Old knowledge makes way for the new

I read the short story “Sonny’s Blues” first this week without looking ahead in the other readings to see where the discussion of reading literature might be going. While I read, I was thinking the whole time of how I might address this story with my high school students. I noted immediately that they might misconstrue the drug references in the text to be glorified as “cool” for the time period since Sonny seems to have done well for himself in the end—and also for the fact that the drugs helped him to find his voice or sound. I struggled to figure out how to get around those misconceptions and shallow interpretations of the plot without the story becoming, as Wilner describes, and anti-drug message. So it was incredibly apt that the article by Wilner would address my fears of allowing students to start with what they know and then give them the tools to build critical interpretations of a text.
Wilner describes a similar situation where her students misunderstood a text to be about homophobia while they missed the more rich and instructional thematic qualities. She explains that a teacher must let students enter into a text with their preconceptions and understanding of topics. A teacher must meet his or students where they are and then scaffold the instruction to allow students to fully interpret a text. I think the trick here is in not prescribing to students exactly what they should get from a text; instead, students must learn the skills in order to perform the interpretive acts on their own.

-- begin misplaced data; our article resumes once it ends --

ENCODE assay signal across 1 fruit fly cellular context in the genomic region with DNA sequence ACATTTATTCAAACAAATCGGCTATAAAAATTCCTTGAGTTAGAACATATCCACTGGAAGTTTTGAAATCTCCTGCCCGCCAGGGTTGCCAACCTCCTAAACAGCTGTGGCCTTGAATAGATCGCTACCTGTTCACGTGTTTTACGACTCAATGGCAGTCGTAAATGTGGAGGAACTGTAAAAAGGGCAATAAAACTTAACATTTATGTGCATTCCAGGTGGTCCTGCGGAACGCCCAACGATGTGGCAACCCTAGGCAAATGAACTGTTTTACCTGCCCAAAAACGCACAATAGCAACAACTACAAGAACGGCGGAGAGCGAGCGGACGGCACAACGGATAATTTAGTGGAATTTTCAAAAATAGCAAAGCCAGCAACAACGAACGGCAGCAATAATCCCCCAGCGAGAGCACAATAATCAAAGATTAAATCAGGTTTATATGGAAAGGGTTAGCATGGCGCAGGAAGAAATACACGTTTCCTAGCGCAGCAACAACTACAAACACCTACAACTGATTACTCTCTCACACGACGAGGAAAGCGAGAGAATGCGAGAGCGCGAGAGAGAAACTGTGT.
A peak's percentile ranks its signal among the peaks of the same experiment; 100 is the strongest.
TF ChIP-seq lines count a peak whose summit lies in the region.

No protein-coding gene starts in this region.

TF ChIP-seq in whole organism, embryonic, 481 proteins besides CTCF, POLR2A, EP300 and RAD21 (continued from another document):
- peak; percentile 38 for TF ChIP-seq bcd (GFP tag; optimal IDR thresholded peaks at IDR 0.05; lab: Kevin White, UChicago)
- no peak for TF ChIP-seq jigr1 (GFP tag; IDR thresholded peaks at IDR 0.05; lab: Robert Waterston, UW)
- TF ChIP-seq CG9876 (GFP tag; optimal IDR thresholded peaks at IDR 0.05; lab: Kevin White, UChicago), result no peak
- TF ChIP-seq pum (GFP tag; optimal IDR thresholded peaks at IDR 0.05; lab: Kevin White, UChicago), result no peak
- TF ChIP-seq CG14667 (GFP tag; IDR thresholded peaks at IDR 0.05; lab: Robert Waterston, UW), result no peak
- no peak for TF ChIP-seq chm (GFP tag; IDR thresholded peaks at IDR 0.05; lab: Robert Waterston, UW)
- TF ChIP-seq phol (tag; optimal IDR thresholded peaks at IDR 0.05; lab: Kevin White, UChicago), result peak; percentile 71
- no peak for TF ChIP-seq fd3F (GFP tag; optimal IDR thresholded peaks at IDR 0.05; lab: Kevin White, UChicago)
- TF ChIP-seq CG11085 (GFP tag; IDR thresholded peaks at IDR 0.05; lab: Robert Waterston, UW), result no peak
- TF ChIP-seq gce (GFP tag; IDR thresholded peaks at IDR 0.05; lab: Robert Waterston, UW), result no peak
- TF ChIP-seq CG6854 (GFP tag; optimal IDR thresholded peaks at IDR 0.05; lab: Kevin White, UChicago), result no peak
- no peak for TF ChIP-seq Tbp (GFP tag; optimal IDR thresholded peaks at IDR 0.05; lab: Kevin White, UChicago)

And yet, I remember conversations we’ve had in class this semester on the pitfalls of ideologies presented in texts like “How to Read Like a College Professor.” If tools for interpretation are too prescribed, then a student will be led down the wrong path, assuming that everything is a symbol or holds a metaphor.
Wilner describes that there must be a balance between the “complex relationship between beliefs and cognition” (Wilner 2). Students must negotiate between “old knowledge and value systems” and “new knowledge” (Wilner 2), finding a way to build understandings and reshaping what one had assumed. So, it is not about prescribing steps for a student to follow, but instead wanting to “help students see what constitutes and valid question or ‘problem’ and to cultivate in them the art of answering the question or solving the problem as an expert would do” (Wilner 6). Teaching reading should be about instructing students on how to approach a text and question it—to interact with it.
As a final thought, I appreciate what Blau says in chapter one of “The Literature Workshop” regarding confusion when reading a text. Blau says, “The only texts worth reading are texts you don’t understand. Because if you understand a text as soon as you read it, you must have understood it before you read it, so you didn’t have to bother reading it in the first place” (Blau 24). Reading is about discovery. It’s interpretive. And I think this confusion is what makes it so interesting to teach.